This FYLC is full. Please choose from the remaining groups.
An Economic History of Portland Neighborhoods
Faculty members: Dr. Luke Goble & Jenna Thompson
Fall—EN 95-LC1, College Composition
How can we work to create neighborhoods that are diverse, affordable, and sustainable in the long-term? How do neighborhoods affect Portlanders?
In this First-Year Learning Community, students will…
- Recognize what you have to offer through your own experiences
- Spend time walking through and observing several neighborhoods of Portland to learn about what makes them “work” as well as what makes them pleasurable or difficult to live in
- Learn about justice and equality issues related to neighborhoods and think about how to address them
- Ask questions about the justice or injustice of structures, like housing and the distribution of connected resources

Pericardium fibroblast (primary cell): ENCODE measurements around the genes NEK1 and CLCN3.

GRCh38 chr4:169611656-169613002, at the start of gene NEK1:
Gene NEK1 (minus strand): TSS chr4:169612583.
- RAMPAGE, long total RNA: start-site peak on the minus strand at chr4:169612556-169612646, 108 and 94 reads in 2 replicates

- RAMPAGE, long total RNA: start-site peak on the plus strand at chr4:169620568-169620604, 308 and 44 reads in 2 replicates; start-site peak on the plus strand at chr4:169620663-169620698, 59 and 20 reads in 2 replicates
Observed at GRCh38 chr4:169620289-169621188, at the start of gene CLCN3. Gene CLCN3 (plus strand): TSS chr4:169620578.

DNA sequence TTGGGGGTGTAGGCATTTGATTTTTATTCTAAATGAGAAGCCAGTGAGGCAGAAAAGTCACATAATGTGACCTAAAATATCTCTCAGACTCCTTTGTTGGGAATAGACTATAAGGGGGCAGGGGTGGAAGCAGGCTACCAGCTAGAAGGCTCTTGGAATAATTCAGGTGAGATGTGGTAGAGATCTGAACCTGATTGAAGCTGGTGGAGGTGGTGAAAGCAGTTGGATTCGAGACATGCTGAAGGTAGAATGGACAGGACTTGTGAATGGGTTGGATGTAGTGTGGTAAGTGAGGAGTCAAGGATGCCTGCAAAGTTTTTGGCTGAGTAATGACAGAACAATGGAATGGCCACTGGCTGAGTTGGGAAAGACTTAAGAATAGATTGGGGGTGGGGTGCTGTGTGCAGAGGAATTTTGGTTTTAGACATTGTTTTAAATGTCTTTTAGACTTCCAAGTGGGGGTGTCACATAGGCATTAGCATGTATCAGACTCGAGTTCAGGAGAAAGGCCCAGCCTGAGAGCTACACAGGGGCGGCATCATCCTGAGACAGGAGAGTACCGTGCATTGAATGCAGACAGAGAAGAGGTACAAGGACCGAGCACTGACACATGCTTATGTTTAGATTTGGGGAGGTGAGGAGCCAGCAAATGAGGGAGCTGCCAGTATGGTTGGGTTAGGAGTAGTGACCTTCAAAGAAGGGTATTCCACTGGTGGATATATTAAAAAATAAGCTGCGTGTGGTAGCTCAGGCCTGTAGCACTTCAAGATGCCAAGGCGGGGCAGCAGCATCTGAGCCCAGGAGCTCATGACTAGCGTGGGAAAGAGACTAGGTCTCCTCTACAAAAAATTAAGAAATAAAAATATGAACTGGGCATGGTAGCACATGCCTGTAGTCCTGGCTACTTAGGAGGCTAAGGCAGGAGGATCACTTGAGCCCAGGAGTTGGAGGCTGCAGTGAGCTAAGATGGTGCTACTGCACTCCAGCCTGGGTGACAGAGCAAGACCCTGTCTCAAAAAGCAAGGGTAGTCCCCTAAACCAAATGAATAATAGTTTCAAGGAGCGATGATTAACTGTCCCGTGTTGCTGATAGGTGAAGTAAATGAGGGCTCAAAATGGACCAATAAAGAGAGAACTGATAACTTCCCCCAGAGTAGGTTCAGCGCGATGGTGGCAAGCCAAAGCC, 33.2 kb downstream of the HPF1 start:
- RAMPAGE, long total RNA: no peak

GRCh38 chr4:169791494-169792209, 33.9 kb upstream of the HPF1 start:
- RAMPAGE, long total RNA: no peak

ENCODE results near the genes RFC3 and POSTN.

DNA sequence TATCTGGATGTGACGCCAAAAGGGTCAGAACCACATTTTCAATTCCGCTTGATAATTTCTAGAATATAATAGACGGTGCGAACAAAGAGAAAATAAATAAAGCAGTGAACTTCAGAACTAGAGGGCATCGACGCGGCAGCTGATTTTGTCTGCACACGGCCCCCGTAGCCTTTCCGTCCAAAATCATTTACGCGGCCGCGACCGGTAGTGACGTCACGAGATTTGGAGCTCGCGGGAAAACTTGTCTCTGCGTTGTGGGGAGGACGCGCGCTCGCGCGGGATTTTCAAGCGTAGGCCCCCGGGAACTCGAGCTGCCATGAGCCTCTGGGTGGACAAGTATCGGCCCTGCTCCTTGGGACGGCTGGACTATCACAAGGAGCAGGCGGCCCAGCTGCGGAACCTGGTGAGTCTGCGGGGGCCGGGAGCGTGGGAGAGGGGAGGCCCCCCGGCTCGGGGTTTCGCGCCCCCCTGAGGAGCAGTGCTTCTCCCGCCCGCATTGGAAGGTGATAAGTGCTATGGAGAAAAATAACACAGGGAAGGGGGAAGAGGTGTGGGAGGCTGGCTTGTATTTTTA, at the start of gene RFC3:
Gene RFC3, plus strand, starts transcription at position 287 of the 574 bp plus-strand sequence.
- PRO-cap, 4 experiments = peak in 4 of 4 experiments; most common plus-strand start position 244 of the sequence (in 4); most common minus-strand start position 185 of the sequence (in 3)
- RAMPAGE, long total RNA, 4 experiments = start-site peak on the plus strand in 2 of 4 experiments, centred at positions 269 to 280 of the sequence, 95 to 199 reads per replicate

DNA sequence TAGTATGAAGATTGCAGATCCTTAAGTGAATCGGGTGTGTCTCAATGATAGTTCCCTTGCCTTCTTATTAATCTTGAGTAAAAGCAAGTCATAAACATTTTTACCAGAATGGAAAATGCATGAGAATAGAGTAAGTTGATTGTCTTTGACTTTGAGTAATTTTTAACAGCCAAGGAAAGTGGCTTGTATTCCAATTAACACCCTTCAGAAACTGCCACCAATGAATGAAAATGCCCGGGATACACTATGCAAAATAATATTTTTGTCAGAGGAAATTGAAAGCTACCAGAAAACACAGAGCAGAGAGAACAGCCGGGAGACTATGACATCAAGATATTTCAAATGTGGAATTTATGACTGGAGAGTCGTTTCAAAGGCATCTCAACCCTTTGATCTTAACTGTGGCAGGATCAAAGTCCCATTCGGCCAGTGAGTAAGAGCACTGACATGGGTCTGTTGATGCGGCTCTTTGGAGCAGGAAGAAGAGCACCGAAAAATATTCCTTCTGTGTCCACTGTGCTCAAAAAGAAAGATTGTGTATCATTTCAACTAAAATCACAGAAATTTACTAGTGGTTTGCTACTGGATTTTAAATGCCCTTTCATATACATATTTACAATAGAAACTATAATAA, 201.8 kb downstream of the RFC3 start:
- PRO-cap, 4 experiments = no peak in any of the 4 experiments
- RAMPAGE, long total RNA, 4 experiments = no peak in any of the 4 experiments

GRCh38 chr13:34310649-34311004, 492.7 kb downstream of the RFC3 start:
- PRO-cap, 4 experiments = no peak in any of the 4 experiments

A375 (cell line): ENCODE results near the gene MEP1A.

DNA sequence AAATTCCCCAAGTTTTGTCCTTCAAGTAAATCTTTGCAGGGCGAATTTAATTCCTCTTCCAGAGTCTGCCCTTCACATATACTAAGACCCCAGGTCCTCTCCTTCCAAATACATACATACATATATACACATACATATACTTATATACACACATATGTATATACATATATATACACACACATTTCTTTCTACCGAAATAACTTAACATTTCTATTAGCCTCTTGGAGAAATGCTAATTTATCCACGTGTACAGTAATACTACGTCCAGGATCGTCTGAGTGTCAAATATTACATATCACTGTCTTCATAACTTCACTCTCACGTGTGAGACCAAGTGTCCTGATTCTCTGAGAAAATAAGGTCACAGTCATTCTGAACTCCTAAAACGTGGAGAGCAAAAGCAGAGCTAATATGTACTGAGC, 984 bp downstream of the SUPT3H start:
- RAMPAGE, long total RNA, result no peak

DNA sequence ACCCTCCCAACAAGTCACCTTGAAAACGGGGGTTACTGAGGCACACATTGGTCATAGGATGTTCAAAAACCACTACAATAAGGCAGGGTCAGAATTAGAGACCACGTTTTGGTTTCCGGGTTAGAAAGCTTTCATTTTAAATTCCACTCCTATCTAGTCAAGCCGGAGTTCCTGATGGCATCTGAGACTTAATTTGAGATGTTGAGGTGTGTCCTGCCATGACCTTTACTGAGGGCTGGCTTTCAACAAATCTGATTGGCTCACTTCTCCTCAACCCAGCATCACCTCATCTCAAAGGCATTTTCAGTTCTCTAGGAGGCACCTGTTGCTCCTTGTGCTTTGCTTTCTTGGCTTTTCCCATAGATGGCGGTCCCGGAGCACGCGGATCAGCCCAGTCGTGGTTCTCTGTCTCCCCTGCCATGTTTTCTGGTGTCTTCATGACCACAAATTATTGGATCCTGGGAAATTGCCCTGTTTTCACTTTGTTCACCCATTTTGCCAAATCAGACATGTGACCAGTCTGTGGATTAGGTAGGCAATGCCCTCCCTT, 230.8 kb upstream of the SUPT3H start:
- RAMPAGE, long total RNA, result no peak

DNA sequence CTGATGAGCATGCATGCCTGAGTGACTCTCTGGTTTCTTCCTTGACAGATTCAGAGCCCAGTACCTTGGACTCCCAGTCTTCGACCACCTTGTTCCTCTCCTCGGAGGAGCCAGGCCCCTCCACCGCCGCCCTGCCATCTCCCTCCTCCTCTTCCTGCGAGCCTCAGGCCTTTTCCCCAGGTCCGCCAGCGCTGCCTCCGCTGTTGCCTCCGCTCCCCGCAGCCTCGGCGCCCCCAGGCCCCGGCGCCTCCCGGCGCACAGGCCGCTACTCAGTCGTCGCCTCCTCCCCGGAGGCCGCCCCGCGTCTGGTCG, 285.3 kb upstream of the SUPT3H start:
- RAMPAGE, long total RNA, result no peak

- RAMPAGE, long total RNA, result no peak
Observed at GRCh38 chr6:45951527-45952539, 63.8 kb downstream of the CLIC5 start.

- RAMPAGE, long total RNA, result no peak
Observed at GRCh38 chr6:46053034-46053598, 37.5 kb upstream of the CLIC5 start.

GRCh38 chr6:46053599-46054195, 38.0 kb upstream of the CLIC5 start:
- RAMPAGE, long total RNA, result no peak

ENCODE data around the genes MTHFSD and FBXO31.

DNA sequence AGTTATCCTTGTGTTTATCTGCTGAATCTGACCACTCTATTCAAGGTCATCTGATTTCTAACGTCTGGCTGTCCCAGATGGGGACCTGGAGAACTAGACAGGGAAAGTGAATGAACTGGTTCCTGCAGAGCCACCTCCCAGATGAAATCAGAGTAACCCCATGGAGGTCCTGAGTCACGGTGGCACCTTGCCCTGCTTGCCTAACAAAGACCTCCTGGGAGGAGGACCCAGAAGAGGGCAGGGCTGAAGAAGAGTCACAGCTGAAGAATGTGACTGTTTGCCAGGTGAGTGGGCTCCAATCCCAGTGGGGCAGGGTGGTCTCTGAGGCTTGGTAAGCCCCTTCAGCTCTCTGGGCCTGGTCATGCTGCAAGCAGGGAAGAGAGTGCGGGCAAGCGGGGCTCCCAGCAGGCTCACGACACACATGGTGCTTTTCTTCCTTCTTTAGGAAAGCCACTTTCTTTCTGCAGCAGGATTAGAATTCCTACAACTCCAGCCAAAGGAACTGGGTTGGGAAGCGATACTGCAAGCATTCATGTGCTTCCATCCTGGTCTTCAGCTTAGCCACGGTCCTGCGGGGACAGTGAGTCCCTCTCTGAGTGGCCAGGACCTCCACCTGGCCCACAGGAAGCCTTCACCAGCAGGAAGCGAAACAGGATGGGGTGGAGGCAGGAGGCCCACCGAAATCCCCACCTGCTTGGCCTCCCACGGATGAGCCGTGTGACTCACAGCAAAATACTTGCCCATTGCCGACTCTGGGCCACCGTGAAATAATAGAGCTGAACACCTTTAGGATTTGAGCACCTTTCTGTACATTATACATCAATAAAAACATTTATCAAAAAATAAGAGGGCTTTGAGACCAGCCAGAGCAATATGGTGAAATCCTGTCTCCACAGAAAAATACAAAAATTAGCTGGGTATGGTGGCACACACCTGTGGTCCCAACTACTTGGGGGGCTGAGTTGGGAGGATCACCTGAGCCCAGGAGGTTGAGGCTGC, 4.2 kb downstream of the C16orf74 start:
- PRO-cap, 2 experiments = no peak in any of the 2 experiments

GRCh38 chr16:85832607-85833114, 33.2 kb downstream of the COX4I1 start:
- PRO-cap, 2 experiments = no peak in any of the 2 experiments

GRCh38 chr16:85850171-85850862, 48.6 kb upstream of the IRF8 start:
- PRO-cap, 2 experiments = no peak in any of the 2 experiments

- Learn to think critically about where will you choose to live in the future and why. What are the implications of that choice on the community of others around you?
“I look forward to being a Peer Mentor because it always helps to have a point person to ask questions of and to vent to, especially when you are in a new place like college. I want to get to know the new students coming to Warner and help them transition and feel comfortable and welcome.” —Allison
“I look forward to being a Peer Mentor because it will allow me to be a part of someone’s journey. To hear their dreams and hopes for the future and to help guide them toward it is my idea of a dream job.”—Robin